2. ^ a b c Fedor Ilyich Baranov Department of Industrial Fisheries, Kaliningrad State Technical University
  3. ^ a b c d e f g Quinn, Terrance J. II (2003). "Ruminations on the development and future of population dynamics models in fisheries". Natural Resource Modeling. 16 (4): 341–392. CiteSeerX doi:10.1111/j.1939-7445.2003.tb00119.x.
  4. ^ Ben-Yami, M. 2010. From F.I. Baranov to fishing quotas: on the problems of the contemporary fisheries management[permanent dead link] Scientific Conference at the Kaliningrad State Technical University
  5. ^ a b Eayrs, S.; Milliken, H.; Ben-Yami, M.; DeAlteris, J. (2009). "Eulogy to professor Alexander L. Fridman, ScD (1926–2007) (Annex 9)" (PDF). Report of the ICES - FAO Working Group on Fishing Technology & Fish Behaviour (WGFTFB), 18-22 May 2009, Ancona, Italy. ICES, Copenhagen. pp. 246–250.
  6. ^ Baranov, F. I. (1918), "К вопросу о биологических основаниях рыбного хозяйства (K voprosu o biologicheskikh osnovaniyakh rybnogo khozyaistva)", Izvestiya Otdela Rybovodstva I Nauchno-promyslovykh Issledovanii, 1 (1): 81–128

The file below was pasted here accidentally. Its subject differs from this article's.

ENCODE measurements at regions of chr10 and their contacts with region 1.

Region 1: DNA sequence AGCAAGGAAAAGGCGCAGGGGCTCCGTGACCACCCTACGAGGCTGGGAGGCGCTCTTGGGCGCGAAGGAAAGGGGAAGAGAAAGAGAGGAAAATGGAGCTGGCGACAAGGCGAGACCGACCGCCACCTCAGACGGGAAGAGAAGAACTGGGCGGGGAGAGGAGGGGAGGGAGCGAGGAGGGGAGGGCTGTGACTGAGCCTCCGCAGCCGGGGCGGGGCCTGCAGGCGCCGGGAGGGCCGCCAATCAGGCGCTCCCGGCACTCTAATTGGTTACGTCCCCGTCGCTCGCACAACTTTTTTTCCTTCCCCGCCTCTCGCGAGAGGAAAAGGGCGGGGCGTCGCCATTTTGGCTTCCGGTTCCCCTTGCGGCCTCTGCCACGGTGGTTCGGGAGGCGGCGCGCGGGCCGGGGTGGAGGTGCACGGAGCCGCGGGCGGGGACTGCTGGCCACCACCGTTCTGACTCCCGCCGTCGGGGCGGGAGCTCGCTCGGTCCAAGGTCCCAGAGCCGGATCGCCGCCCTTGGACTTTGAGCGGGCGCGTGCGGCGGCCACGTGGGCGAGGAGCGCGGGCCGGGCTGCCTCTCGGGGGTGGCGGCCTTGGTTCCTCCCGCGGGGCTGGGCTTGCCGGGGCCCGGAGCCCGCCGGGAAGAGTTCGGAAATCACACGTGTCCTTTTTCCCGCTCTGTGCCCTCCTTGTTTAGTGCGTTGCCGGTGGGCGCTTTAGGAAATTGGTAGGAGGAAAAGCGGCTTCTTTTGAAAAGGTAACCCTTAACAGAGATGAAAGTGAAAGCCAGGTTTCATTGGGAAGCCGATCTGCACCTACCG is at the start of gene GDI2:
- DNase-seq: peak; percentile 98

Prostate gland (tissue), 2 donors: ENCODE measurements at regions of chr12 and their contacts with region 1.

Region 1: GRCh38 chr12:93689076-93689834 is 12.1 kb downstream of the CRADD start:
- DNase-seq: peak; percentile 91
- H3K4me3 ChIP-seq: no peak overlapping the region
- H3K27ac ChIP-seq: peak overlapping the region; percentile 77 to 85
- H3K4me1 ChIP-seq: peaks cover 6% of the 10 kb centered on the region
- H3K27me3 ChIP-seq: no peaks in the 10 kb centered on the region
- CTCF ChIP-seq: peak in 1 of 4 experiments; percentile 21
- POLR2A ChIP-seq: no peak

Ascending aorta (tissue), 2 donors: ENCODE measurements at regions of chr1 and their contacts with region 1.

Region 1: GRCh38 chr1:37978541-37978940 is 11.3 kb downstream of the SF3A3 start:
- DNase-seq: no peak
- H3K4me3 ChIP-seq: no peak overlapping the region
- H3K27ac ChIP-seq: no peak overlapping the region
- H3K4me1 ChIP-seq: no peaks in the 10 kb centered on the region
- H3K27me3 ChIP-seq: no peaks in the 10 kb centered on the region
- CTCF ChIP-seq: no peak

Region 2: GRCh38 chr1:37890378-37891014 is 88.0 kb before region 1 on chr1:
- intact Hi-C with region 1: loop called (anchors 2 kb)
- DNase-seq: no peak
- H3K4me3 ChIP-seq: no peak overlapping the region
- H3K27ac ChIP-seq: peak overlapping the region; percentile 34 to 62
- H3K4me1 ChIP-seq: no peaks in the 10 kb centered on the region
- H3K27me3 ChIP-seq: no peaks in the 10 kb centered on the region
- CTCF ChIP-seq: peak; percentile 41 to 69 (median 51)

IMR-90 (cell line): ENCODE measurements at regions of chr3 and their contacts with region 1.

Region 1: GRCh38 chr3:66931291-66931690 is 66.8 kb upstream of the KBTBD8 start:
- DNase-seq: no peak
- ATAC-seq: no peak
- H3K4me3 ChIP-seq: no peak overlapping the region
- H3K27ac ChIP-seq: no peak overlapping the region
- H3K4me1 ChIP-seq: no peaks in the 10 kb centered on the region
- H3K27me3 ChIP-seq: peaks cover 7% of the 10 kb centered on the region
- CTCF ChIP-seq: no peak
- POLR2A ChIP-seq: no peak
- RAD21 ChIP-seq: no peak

7. ^ a b Anderson, E. D. 2002. The Raymond J. H. Beverton Lectures at Woods Hole, Massachusetts. Three Lectures on Fisheries Science given May 2–3, 1994. NOAA Technical Memorandum NMFS-F/SPO-54. US Department of Commerce.
  8. ^ Baranov, F. I. 1925. К вопросу о динамике рыбного промысла. Byulleten Rybnogo Khozyaistva, 8: 7–11
  9. ^ Baranov, FI (1918) "On the question of the biological basis of fisheries" Izvestiya, 1: 81–128. (Translated from Russian by W.E. Ricker, 1945)